Depending on how its city council elections come out next month, Raleigh could be on the verge of joining the ranks of government employers offering health insurance and other group benefits to the domestic partners of their employees, including same-sex partners.
In our campaign surveys, the Independent asked all the candidates whether they would support the city extending benefits to domestic partners, including gay and lesbian partners, on the same basis as they're now offered to spouses—meaning the employee pays for them. The results:
Four of the six candidates for the two at-large seats were in favor, while a fifth said the idea "seems fair" but needs more public debate. Only one was opposed.
In the two contested races for district seats, two of the three candidates for the District B seat said yes; in District A, one of the two candidates was generally in support but stopped short of an outright endorsement. The other candidates didn't answer the question.
Mayor Charles Meeker and District D Councilor Thomas Crowder said yes. They're both running unopposed for re-election. District E Councilor Philip Isley, also running unopposed, said he doesn't know that much about the issue but said, "If it comes to the table, I'll certainly take a look at it."
Currently, just six government employers in North Carolina offer domestic partner benefits, according to state and national gay rights groups. The town of Chapel Hill led the way in 1995; Greensboro is the most recent addition this year. The others are the City of Durham, Durham County, Orange County and Carrboro.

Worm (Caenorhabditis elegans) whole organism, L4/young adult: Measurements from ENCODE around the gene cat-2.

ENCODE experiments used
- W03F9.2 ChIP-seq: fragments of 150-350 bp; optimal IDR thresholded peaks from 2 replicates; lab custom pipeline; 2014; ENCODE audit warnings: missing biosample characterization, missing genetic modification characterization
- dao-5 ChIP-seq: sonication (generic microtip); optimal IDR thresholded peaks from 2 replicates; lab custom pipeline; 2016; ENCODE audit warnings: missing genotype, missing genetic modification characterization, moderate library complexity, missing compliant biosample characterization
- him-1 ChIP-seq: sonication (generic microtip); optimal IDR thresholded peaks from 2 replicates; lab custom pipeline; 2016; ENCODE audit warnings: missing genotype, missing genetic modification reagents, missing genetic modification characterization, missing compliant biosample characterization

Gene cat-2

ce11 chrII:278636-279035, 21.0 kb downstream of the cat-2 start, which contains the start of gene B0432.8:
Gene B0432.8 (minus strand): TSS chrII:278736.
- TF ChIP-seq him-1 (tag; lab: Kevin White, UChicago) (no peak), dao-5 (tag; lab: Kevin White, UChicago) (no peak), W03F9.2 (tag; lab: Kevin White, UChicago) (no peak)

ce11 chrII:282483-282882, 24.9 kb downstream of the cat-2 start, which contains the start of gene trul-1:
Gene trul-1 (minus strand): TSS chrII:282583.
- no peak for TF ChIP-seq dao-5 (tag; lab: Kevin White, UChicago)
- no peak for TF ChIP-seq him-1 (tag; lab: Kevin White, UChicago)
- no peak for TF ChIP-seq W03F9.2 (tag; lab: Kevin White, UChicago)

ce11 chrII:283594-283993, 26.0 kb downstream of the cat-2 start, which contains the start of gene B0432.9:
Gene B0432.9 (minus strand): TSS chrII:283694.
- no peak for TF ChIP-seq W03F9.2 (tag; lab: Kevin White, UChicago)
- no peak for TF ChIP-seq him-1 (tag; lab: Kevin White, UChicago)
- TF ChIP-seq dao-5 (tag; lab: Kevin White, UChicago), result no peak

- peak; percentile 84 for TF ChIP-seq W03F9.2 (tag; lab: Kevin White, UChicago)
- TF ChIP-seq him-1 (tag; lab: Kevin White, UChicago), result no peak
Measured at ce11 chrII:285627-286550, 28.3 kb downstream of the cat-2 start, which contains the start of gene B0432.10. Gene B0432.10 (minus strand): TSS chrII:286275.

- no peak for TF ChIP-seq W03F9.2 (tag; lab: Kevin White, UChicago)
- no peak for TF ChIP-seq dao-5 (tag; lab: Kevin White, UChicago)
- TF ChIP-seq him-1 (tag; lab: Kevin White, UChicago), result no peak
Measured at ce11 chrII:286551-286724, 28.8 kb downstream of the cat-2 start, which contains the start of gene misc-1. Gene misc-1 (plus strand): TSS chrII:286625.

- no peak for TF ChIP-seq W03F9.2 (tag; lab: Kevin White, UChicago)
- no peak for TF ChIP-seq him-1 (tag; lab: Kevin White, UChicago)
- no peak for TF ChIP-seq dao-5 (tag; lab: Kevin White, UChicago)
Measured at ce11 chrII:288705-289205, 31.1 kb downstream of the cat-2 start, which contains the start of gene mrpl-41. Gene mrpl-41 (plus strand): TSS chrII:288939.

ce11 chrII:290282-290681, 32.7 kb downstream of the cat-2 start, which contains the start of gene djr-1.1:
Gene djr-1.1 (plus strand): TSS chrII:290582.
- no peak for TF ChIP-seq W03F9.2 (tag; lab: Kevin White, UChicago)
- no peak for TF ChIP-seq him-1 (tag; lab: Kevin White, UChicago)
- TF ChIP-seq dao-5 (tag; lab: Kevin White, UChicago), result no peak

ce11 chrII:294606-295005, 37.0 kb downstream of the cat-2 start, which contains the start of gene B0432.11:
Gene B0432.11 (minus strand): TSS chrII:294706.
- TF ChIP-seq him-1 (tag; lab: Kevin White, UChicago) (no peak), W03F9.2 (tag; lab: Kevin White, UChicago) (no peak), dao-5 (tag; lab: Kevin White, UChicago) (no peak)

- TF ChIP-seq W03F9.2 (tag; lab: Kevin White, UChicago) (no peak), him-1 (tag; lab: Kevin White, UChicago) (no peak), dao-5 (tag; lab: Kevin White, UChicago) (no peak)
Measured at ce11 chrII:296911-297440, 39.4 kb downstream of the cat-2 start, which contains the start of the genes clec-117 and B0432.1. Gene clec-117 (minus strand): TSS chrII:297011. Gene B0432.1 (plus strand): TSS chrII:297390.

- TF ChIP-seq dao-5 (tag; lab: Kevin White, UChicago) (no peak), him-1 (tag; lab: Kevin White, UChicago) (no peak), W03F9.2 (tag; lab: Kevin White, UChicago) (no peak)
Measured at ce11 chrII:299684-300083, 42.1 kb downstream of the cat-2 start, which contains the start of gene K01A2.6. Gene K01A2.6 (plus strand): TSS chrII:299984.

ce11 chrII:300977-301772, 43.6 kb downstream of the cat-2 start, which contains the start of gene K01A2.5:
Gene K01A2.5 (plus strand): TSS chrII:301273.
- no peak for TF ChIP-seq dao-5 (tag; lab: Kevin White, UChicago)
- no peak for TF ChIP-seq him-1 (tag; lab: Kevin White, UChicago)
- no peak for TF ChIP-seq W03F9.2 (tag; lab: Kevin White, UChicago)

All but Greensboro offer benefits to straight as well as gay partners if they meet the eligibility criteria for a "committed partnership," according to the data supplied by the national Human Rights Campaign. Such requirements typically include a signed affidavit that the partnership is exclusive and has lasted for a minimum time (commonly a year or more). Evidence that the couple has a joint mortgage or lease and joint bank accounts or other financial arrangements (wills, powers of attorney) is also required in some jurisdictions.
Nationally, at least 145 local and county governments and 13 state governments offer domestic partner benefits of some kind, the HRC says. In the private sector, HRC counts 9,375 private employers that do, including a majority of the biggest ones—269 of the Fortune 500. Major North Carolina employers with domestic partner benefits include Wachovia, BB&T, SAS, Lowe's, and such political notables as the law firm of Womble, Carlyle, Sandridge & Rice—where former Gov. Jim Hunt is a partner—and a 2007 addition, Progress Energy.
Usually, benefits for a partner or children aren't free to the employees, who pay for at least part of the coverage. The main advantage is access to a large group policy with lower rates—and more coverage—than is available to individual buyers. That makes it "a low-cost, high-value employment benefit [and] the norm among employers committed to their LGBT [lesbian, gay, bisexual and transgender] employees," says HRC.
How do partner benefits work? Chapel Hill's program offers health and dental insurance to spouses, partners and their children, says Valerie Meicher, director of human resources development. Sick leave to care for a family member or child is also extended equally, as is time off under the federal Family and Maternity Leave Act. The town also applies its policy against employees reporting to spouses equally—there's no reporting to a partner either. The town pays 100 percent of employee's costs and 50 percent for all dependents, Meicher said.